Selfish means someone who doesn't care about others' needs.

Unselfish means the one who is willing to put others' wishes before her own.

These two adjectives are radically opposite. What adjective does describe the one who prefers her own desires, but she does not completely ignore others'?

Background: In a multi-agent system, if an agent only cares about reaching its own target, it is called selfish. Instead, if it prioritizes the reachability of its neighbors and completely ignores its own, it is called unselfish. Now, I need to define an agent which still prioritizes itself, but also careful about its neighbors' reachability. So, it cannot be completely "balanced" or "objective" as it is still inclined to itself a bit.

  • 1
    Balanced, objective, thoughtful, measured, logical, utilitarian, fair? What exactly are you looking for? It could be any number of words. Please provide an example sentence with a space for the word you want—and explain the meaning you want to get out of it more. Sep 24, 2019 at 0:43
  • @JasonBassford: Please check the background section I added to the question.
    – Pinton
    Sep 24, 2019 at 10:23

3 Answers 3


People can be categorized by countless criteria: age, sex, height, hair color, intelligence, (un)selfishness, friendliness etc.

From the point of view of (un)selfishness, the people can be either selfish, or unselfish. There are no gradual in-betweens.

The only amendment to this is that people can be (un)selfish depending on context, so the following can be used as a surrogate of "grading":

  • occasionally (un)selfish;
  • terribly selfish;
  • usually (un)selfish;

and others following this spirit.

The key to understanding is already written in your definitions:

who is willing to put

This translates to:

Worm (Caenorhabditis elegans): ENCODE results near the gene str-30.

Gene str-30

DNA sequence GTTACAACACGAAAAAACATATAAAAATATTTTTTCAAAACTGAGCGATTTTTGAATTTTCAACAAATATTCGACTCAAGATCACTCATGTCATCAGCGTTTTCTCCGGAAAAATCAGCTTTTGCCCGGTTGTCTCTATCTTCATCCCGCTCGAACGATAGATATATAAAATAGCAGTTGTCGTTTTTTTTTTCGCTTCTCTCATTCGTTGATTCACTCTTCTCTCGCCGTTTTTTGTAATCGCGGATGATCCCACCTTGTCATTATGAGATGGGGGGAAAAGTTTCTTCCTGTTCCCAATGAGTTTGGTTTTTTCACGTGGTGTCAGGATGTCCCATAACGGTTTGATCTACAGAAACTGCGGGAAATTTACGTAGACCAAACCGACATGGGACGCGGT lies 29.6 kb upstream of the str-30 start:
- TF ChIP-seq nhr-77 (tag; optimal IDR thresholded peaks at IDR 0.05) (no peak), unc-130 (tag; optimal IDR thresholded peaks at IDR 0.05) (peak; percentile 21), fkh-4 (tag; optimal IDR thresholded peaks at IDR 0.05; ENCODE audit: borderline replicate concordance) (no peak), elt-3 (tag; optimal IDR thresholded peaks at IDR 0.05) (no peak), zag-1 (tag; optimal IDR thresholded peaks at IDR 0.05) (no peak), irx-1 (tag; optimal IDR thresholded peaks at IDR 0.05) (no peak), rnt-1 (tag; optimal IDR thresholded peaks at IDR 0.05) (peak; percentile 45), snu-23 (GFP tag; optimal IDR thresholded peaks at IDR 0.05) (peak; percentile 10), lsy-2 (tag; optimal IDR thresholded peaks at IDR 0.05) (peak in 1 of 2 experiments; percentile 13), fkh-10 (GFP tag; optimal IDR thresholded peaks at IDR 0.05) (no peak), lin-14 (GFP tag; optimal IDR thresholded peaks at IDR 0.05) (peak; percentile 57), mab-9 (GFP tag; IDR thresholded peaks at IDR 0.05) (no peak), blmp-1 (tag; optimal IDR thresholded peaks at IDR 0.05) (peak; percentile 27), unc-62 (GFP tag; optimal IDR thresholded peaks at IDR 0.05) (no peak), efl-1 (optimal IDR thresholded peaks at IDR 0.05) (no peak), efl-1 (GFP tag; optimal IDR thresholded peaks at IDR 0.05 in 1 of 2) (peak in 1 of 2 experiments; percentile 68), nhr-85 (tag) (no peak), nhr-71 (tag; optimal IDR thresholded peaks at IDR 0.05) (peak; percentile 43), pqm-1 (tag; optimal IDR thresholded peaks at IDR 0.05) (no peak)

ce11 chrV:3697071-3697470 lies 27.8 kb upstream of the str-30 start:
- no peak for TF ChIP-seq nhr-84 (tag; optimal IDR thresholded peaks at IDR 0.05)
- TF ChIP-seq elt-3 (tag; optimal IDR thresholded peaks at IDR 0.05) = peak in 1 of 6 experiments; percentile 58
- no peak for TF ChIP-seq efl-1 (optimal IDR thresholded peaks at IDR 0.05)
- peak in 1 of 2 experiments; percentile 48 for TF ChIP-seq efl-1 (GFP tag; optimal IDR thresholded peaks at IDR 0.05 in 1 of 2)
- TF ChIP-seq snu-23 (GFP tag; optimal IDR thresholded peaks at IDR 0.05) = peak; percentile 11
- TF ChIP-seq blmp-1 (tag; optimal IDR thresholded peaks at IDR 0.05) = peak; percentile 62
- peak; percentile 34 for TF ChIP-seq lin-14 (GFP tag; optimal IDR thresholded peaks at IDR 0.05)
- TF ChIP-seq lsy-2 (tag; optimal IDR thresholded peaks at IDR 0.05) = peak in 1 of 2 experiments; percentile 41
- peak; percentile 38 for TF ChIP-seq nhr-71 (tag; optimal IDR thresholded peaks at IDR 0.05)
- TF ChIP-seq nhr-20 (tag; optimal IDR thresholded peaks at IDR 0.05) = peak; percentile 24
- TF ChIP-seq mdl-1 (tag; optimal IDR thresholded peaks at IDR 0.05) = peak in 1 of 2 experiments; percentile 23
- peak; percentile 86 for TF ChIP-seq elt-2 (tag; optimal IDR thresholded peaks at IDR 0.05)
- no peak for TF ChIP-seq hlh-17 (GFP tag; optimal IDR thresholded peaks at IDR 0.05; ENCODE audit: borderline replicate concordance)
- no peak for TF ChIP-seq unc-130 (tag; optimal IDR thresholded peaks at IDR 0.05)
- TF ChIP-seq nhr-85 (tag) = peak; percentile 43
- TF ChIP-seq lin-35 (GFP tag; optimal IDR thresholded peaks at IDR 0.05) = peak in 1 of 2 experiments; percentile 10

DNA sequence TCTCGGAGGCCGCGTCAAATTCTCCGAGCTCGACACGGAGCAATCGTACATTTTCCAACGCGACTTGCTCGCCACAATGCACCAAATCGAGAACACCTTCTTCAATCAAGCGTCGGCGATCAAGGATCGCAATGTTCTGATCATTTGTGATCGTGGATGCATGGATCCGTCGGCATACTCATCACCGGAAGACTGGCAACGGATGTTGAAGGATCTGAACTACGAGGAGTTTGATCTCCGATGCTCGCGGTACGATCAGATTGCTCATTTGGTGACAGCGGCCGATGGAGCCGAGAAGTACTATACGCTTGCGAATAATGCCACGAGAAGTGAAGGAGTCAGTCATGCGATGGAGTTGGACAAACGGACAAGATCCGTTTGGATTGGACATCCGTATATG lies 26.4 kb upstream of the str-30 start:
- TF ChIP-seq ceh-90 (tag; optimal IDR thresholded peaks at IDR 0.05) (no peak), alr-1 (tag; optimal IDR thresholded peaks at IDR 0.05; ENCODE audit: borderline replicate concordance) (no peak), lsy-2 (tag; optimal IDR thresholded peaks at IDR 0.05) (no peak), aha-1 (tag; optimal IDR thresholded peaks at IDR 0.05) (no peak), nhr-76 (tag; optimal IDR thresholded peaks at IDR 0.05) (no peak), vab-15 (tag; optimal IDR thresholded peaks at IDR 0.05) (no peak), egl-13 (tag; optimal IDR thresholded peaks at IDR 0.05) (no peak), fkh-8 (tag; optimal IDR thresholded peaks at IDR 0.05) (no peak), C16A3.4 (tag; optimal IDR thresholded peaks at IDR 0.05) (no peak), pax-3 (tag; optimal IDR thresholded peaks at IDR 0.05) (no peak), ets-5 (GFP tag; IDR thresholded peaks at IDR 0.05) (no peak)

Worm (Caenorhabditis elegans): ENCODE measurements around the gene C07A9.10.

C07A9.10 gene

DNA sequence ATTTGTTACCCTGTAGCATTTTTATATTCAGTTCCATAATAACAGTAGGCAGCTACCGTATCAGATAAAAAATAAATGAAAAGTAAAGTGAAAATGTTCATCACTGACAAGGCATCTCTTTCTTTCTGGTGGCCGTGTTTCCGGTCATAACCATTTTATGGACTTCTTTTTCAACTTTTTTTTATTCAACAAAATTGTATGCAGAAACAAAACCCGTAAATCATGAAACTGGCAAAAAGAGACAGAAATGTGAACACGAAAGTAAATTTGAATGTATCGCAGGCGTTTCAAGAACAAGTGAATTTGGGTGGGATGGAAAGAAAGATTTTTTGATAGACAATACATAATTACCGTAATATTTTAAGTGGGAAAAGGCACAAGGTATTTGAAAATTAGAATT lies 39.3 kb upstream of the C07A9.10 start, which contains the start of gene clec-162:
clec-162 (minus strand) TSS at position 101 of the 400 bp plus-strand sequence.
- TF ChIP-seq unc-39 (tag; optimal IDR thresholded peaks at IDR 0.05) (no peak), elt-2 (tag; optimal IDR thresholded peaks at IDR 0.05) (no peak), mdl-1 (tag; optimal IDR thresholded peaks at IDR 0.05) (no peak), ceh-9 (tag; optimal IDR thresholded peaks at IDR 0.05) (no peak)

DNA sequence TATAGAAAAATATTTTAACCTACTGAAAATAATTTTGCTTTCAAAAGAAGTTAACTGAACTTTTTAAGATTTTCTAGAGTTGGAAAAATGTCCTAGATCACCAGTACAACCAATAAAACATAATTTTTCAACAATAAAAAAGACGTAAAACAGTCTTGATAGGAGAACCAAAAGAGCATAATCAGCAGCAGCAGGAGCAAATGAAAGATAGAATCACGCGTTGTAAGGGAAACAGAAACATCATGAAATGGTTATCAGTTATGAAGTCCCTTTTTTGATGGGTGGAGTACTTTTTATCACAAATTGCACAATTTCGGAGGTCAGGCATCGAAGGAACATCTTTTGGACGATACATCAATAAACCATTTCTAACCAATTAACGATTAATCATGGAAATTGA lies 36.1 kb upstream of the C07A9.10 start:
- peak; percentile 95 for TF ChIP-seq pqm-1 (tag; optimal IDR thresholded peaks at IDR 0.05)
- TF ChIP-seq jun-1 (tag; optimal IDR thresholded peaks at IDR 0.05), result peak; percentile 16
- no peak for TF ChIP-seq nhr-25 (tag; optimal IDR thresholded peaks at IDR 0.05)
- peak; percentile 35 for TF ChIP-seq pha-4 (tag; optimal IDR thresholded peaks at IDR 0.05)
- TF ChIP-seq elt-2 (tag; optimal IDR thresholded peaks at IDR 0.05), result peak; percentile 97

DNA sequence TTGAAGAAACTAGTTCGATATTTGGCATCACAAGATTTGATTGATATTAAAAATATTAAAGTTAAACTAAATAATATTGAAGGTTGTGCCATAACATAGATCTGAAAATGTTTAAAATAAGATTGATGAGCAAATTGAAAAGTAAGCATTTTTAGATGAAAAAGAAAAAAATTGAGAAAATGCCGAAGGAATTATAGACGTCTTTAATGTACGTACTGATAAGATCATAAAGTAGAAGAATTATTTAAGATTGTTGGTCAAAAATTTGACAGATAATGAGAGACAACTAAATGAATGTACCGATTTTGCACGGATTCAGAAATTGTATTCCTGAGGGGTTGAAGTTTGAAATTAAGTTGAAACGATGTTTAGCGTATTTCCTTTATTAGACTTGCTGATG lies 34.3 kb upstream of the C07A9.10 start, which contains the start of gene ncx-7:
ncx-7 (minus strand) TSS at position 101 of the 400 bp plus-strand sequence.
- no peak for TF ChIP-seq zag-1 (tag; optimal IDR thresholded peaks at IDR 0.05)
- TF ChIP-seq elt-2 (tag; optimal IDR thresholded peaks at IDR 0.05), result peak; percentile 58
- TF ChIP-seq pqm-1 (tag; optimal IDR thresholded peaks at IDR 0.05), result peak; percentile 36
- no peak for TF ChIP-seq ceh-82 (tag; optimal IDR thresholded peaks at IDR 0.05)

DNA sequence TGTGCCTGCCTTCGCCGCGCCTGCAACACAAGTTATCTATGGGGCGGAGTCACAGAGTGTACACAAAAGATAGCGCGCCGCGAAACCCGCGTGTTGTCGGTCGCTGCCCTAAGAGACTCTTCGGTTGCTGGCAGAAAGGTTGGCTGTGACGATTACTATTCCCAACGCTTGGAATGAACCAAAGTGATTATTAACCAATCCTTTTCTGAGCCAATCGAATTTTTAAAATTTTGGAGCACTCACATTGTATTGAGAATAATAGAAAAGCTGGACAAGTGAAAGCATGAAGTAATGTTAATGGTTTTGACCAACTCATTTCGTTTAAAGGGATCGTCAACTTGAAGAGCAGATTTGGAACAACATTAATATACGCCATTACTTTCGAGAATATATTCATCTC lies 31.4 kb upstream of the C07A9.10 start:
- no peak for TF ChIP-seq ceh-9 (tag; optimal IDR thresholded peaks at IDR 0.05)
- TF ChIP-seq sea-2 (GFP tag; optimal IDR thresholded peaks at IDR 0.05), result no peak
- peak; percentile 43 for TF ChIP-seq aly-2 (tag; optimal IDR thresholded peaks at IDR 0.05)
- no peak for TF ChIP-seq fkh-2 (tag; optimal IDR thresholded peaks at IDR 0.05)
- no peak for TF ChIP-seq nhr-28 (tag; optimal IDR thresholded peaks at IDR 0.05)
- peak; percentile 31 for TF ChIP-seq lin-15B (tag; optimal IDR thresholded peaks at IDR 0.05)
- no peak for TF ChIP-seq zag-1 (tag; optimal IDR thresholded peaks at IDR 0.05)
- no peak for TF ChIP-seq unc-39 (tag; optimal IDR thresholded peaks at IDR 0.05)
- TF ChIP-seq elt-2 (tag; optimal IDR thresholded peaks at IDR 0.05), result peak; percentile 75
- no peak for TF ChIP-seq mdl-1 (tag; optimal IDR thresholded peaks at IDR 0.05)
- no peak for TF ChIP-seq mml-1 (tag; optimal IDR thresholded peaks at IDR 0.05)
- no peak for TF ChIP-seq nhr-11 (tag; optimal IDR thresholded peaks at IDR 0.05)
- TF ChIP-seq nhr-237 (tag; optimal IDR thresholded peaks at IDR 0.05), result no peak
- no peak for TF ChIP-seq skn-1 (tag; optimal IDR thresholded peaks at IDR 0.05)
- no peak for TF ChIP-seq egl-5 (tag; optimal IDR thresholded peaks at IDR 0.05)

• if it is the case / needed, the person will help others;
  • the person will not help others when it is not needed. Example: The person will not help an old lady cross the street, when the lady does not want to cross the street.
  • Can you please have a look at the background which I added to the question?
    – Pinton
    Sep 24, 2019 at 10:24
  • Even with the background, the answer stands. If the agent helps others in his own detriment, then the agent is either unaware of the reality, or he is willingly sacrificing. However, it is still unselfish, but at the extreme. So a scale could be: selfish - unselfish - sacrificing.
    – virolino
    Sep 24, 2019 at 10:50

It’s a difficult question to answer, as it takes words/ideas that can be highly subjective and somewhat philosophical, and applies them to what sounds like some kind of logical/linear/technical context.

The best I can do in your given context would be:


To be charitable, one usually first accumulates via healthy self-interest, and then chooses to give some of what they have obtained to others.

In a somewhat abstract sense, I think this could be applied to the system you describe.

You might also consider synonyms such as “generous”.


I like both Chris Mack’s and Virolino’s answers.

I would like to propose another point of view. The state of being you describe needs no adjective or descriptor. If a person is neither selfish nor unselfish, they are simply a person. You must find another quality with which to describe them.

One possible term is “team-player”. But that can only be used in the context of a team. Although, being part of the team means that you are being both selfish and unselfish. Because, when the team wins, they win (there is no “I” in team).

Another form of this is a “Win-Win Mentality”. This means that, in the grand scheme of things, we both must win if either of us is to truly win (or not lose). This implies a symbiotic relationship.

Another possible term is “conscientiously.

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